Feb. 22, 2023

How to Best Find the Perfect Writing Partner for Your Next Book - BM 358

How to Best Find the Perfect Writing Partner for Your Next Book - BM 358

Do you know how to find the perfect writing partner?

For many authors, writing a book can feel overwhelming. But fear not! A ghostwriter (aka your perfect writing partner) is the secret weapon for those who don't have the time or skill to write their own masterpiece.

This week’s interview is with Dan Gerstein, a nationally recognized political writer, communications strategist, and CEO of Gotham Ghostwriters. He is a contributing columnist for Forbes, The Wall Street Journal, and Politico, and appears regularly as a political analyst on Fox News, MSNBC, and CNN.

Do you know how to find the perfect writing partner?

For many authors, writing a book can feel overwhelming. But fear not! A ghostwriter (aka your perfect writing partner) is the secret weapon for those who don't have the time or skill to write their own masterpiece.

This week’s interview is with Dan Gerstein, a nationally recognized political writer, communications strategist, and CEO of Gotham Ghostwriters. He is a contributing columnist for Forbes, The Wall Street Journal, and Politico, and appears regularly as a political analyst on Fox News, MSNBC, and CNN.

 In this powerful episode, Dan and I discussed…

  • What *exactly* is ghostwriting and the difference between the practical vs. technical approach
  • What you need to know to find the perfect writing partner
  • How AI and traditional writing practices can coexist

And, a whole lot more...

Here's how to get your complimentary 15-minute session with Dan.

Click here to schedule your 20-minute brainstorming session with Susan


Welcome to Book Marketing mentors, the weekly podcast where you learn proven strategies, tools, ideas, and tips from the masters. Every week, I introduce you to a marketing master who will share their expertise to help you market and sell more books. 

Today, my special guest is one of the country's top experts in the ghostwriting market. Dan Gerstein is the CEO of Gotham Ghostwriters and has been writing professional professionally for more than 30 years. He's a nationally recognized political writer, communications strategist, and idea man. Known for his independent, thoughtful analysis, he served as a contributing columnist for Forbes, The Wall Street Journal, and politico, and appears regularly as a political analyst on Fox News, MSBC and CNN.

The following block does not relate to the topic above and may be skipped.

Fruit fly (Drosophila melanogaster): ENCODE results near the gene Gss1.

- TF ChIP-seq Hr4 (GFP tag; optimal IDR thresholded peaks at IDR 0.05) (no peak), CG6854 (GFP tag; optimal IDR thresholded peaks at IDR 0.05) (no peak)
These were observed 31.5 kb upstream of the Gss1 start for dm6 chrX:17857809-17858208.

Dan, what an absolute pleasure it is to welcome you to the show, and thank you for being this week's guest expert and mentor.

Dan Gerstein 00:00:59

My pleasure, Susan. Look forward to the conversation.

Susan Friedmann 00:01:01

Dan. Ghostwriting whenever we talk about industry terms on the show, I always like to have a definition so that everybody listening knows exactly what we're talking about. Let's start off our conversation together, understanding what exactly is ghostwriting.

Dan Gerstein 00:01:20

There's a technical answer and there's a practical answer. The technical answer is that Ghostwriting is the practice of using someone else to write for you, where it's your name going on the content, but someone else has taken the lead in writing it for you. The practical answer is we use ghostwriting as an umbrella term for a range of collaborative writing and editorial relationships. So in some cases, a ghostwriter can be a pure ghostwriter. But a lot of cases, the writers we work with and who are in demand in the field are true collaborators. They're thought partners. They're sharing the writing work with the name author and cover kind of a spectrum of different kinds of shared writing relationships.

Susan Friedmann 00:02:11

When would somebody decide that they need to hire a ghostwriter? Would it be in the beginning of the process? Would it be sort of maybe in the middle they get stuck and they find, oh, maybe I've run out of time, I want to get this done, but life gets in the way. Where would you come into the picture?

Dan Gerstein 00:02:30

The answer is both. Those are both very common experiences we've had. There is a certain universe of authors who recognize right up front that either they don't have the ability to write the book themselves and or they don't have the time. In that case, they recognize right at the beginning, I need some professional help for me to construct this manuscript. Then there's definitely a whole other universe of authors who sincerely believe and want to write the book on their own. And then they start and they recognize that it's more work than they thought it would be. It's too much time commitment. They're struggling because they're too close to the material or it's harder than they thought. And after trying, they recognize that the best solution for them was to bring in a writing partner to help take that burden off their plate.

Susan Friedmann 00:03:19

Do I remember early on when I had some help with part of a book, a couple of chapters that I couldn't or I didn't feel confident enough writing, so I hired somebody? But I felt so guilty about that, I was like, oh, my goodness, is this cheating? Has that ever come up, or am I unique here?

Dan Gerstein 00:03:40